Journée doctorale de la SEW LERMA/DEMA, université d’Aix-Marseille, le 23 septembre 2017
Feminist Woolf: New Perspectives on Woolf’s Resistance to Feminism
‘What more fitting than to destroy an old word, a vicious and corrupt word that has done much harm in its day and is now obsolete? The word “feminist” is the word indicated’. So speaks Virginia Woolf as she gradually brings her anti-Fascist, anti-patriarchal polemic, Three Guineas, to its rallying closing pages. And yet, although Woolf supposedly consigned ‘feminism’ to the bonfire, critics since the 1970s have been engaging specifically, even devotedly, with the feminine and feminist significance of Woolf’s work. The question proved a critical minefield. For Showalter, Woolf was a ‘saint’ in women’s literary historiography who fled from the political arena of feminism; for Toril Moi, on the contrary, Woolf was the figurehead of sexual/textual politics. Resistance from within schools of Women’s Studies, together with the opening up of Gender Studies shed light on the necessity to reconsider any unqualified judgement regarding Woolf’s relation to “feminism”, or “feminisms.” Debates thus shifted from feminine poetics or female empowerment to larger concerns with gender, sexuality and the cultural constructions of sexual relations – to the extent of proclaiming her a feminist ‘icon’ (Silver) or ‘a lightning rod for reactions to feminism’ (Snaith). In France, meanwhile, the enduring influence of ‘écriture féminine’, psychoanalytical theory and close textual reading meant the more powerfully political or gender-rethinking perspectives on Woolf’s writing, and indeed on Modernist writing in general, remained on the sidelines. Some French critics did address Woolf’s feminism (Regard, Manonni, Doizelet, etc.), but her work has never been addressed specifically in terms of its problematic relation to feminism by the French Society for Woolf Studies at their annual events (SEW, http://etudes-woolfiennes.org/?cat=33).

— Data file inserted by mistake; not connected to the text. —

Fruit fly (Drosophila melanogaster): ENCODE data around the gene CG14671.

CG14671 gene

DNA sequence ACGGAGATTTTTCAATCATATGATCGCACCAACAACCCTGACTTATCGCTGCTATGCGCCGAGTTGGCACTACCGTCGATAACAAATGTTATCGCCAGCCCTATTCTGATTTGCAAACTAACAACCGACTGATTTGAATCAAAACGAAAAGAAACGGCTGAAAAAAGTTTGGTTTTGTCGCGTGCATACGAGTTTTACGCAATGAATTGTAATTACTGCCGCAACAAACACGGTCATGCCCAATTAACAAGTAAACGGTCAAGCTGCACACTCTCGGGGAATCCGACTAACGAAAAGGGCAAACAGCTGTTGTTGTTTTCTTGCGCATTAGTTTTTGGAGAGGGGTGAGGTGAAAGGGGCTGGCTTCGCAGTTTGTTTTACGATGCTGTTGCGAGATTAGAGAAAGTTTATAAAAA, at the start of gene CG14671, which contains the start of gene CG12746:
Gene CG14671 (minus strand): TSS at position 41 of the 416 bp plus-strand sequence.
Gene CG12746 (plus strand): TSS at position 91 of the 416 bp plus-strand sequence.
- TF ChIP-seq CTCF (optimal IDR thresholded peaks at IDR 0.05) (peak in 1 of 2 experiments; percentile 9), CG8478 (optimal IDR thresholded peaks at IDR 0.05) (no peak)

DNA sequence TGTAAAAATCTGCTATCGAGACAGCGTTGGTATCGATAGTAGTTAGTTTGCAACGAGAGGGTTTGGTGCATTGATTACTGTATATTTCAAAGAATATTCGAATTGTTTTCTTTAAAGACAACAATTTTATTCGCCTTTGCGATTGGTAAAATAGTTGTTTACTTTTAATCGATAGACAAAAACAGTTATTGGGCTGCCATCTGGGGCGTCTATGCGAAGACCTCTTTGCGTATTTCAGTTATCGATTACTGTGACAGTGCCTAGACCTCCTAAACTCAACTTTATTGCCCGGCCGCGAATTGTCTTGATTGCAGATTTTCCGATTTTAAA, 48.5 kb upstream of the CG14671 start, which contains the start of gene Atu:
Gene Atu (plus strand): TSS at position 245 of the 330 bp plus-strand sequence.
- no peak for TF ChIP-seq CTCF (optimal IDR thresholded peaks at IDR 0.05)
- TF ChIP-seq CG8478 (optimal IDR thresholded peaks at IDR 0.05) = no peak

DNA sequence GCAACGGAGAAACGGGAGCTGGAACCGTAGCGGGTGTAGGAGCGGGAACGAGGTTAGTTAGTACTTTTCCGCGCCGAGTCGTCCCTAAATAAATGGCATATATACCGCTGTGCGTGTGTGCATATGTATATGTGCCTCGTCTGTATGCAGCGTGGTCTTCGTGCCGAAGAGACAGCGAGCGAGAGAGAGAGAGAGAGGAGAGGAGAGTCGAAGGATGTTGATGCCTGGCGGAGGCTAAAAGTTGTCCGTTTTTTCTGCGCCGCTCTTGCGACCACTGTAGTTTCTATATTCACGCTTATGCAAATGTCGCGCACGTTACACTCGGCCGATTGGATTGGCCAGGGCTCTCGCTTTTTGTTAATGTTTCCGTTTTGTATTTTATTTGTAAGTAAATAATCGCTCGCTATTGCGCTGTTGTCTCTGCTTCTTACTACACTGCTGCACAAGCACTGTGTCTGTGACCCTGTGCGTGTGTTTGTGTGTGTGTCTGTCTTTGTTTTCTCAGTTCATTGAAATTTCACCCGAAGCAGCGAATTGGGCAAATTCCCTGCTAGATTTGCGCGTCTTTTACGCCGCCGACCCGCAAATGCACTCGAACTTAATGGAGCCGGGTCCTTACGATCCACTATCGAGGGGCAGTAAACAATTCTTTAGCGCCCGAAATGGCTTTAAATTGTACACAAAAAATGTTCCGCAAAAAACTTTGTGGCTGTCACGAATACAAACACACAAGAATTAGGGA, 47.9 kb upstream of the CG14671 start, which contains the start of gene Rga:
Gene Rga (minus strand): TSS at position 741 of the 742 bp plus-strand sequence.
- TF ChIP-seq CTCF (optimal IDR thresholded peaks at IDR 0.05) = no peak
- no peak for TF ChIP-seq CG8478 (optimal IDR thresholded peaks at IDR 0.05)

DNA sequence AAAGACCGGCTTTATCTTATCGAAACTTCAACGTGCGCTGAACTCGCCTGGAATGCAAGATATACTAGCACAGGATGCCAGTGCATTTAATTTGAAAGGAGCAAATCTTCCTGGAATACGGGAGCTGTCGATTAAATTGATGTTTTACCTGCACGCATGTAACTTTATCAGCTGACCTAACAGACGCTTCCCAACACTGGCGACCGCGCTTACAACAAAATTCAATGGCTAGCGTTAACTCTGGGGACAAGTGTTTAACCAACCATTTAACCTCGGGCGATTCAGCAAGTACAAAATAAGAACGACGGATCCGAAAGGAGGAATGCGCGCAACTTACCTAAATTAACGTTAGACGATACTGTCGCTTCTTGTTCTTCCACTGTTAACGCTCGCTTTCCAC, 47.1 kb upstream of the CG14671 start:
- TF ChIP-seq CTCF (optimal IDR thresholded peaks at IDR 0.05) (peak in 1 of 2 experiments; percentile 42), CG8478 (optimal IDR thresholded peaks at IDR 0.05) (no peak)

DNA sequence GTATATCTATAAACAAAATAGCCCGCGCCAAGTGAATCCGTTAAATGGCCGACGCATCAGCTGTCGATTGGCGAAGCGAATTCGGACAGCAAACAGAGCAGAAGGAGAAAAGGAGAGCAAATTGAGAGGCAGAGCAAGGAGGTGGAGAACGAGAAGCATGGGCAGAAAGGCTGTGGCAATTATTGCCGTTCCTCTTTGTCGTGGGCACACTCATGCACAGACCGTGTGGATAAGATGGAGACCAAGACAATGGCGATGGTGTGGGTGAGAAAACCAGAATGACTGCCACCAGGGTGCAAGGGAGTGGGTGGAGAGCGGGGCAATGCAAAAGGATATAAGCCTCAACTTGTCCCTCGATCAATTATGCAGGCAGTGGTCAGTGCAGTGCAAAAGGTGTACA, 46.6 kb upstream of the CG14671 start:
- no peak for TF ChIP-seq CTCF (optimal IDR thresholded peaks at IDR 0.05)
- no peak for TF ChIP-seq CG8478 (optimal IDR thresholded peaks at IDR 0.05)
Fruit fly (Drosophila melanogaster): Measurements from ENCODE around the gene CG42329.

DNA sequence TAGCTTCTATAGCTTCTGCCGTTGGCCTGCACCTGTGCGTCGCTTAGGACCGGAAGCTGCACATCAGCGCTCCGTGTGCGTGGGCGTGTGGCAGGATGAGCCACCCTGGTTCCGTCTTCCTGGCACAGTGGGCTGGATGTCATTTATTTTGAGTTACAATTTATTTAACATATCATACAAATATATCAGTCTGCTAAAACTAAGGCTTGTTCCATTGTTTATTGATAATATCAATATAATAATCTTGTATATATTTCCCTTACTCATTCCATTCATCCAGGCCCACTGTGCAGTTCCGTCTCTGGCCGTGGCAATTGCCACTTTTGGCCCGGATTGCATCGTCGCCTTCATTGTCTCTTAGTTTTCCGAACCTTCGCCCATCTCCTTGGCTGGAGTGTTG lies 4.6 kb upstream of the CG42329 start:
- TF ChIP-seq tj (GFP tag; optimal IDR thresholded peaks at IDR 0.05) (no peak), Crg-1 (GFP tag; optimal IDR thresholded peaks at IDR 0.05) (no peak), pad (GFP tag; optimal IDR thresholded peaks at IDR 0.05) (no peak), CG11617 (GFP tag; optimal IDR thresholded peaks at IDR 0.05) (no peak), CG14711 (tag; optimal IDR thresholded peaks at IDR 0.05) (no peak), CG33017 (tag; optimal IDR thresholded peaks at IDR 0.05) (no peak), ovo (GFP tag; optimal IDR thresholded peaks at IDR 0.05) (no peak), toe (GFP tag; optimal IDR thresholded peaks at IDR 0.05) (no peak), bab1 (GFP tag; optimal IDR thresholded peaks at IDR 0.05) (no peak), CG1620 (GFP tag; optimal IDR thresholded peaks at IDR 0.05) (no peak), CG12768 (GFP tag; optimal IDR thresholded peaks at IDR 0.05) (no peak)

Fifty years after the call for ‘Women’s Lib’, therefore, and nearly seventy years since Simone de Beauvoir famously omitted to mention Woolf in her iconic Le Deuxième Sexe (1949) the time seems ripe to reconsider Woolf’s feminism, in all its contradictoriness, slipperiness, and enduring – but perhaps misleading – relevance.
The Société des etudes woolfiennes together with the Horizon project (https://womenandthefword.wordpress.com/) are therefore joining forces for a day-long symposium organised and piloted by Nicolas Pierre Boileau (LERMA, AMU) and Claire Davison (Paris III). They invite PhD students to reflect on any aspect of Woolf’s feminist thinking/ stance, her resistance to feminism, and her complex understanding of the categories of woman, femininity and gender in relation to their own research.
Proposals for short papers, along with a brief biographical note, are to reach Nicolas.email@example.com by 30 April 2017.
Confirmed speakers for the event are Jane Goldman (Glasgow, UK) and Derek Ryan (Kent, UK).